“Just trying to keep our heads level trying to keep us calm before this game and our trainer is doing a great job, Ray Houlihan, from Mayo. So, hopefully, we can show their hard work and it’ll pay off.”

Hogan is one of six native New Yorkers lining out this weekend and the number of locals on the squad is the highest it’s ever been. Hogan puts this down to the massive work going on within the GAA community in New York in order to ensure that Gaelic Games has a future in the popular American state.

“There’s six now this year, one of the highest I’ve seen. Myself, Shane Slattery who’ll be making his debut, Ryan Kerley, Tiarnan Mathers, Pat Guerin and of course, Mike Creegan who’s there as well. He’s a bit like the old head on the team very experienced,” Hogan said.
“When I was younger there was probably like seven or eight clubs but now they are up to about 15, they are sending teams all the way back to Ireland now like our U16 teams to play other county teams so the minor board is doing an excellent job over here it is certainly a lot more developed now than when I was growing up.”

Their backs are to the wall every year and Hogan admits it is hard for them to compete given the lack of game time they get.

“Of course, our biggest problem as people have told me and I’ve told them is our lack of games and that pretty much stems from the financial cost and that we’re not able to really send a lot of players back home due to visa reasons,” Hogan said.
“If we could somehow get a team that is mostly legal or teams that are willing to travel maybe we could get a few more games in, maybe we could travel over to Ireland and play a team or two in a week and that would be nothing but beneficial.”

Having a team that is ‘mostly legal’ is more than likely going to come by way of having more players like Hogan on the team. Born and raised New Yorkers with a grá for GAA.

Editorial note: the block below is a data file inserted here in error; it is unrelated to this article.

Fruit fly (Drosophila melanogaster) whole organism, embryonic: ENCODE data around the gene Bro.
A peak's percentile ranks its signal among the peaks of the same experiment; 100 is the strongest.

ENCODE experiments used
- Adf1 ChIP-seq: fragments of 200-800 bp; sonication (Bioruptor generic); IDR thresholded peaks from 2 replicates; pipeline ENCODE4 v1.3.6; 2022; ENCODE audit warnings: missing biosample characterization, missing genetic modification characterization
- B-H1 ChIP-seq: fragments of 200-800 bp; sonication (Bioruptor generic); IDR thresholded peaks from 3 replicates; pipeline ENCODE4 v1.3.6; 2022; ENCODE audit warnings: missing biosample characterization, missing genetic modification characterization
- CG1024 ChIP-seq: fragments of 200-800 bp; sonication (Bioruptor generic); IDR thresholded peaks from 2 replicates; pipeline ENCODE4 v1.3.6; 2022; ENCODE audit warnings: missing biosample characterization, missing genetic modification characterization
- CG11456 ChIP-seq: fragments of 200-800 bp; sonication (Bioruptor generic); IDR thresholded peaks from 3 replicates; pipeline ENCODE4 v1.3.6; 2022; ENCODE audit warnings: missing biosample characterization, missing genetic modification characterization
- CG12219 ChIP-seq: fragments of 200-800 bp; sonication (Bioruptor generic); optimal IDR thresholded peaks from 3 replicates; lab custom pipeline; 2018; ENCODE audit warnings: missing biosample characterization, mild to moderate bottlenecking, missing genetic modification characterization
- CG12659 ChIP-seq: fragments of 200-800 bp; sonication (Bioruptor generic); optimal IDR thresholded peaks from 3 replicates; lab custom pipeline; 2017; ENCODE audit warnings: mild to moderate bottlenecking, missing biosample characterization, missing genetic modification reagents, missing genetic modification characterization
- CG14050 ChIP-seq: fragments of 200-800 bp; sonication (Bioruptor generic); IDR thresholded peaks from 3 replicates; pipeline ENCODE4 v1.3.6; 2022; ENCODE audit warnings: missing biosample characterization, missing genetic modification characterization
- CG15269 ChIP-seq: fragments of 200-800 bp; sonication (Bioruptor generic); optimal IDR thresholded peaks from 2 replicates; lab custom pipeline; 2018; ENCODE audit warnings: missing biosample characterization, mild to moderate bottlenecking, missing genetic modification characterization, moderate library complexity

He admits that growing Gaelic Games in New York and inspiring a future generation of Irish-Americans to take up the game is what drives him on year after year.

“It’s one of those things that really keeps bringing me back. Even if I never win a county game, if I can just keep it going for kids that want to come up and play for New York and hopefully one day we’ll have enough American born players and if it could be a predominantly American team I think that could only help,” Hogan said.

“Somebody told me that the last time Mayo came out they still have about 14 guys on the panel from the last time they visited New York whereas we have 1 or 2 I think. With that high turnover, it’s tough to try and build for the future so if we could keep this together and keep moving forward with this group of guys it would only be beneficial for us.”


Article originally published May 2019

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Author: Michael Corry

Sports Journalist born in Armagh, based in Dublin. Interested in feature writing and listening to unique, engaging stories. Up for the craic too. Email: Twitter: @MickCorryPA Instagram: @Corry_10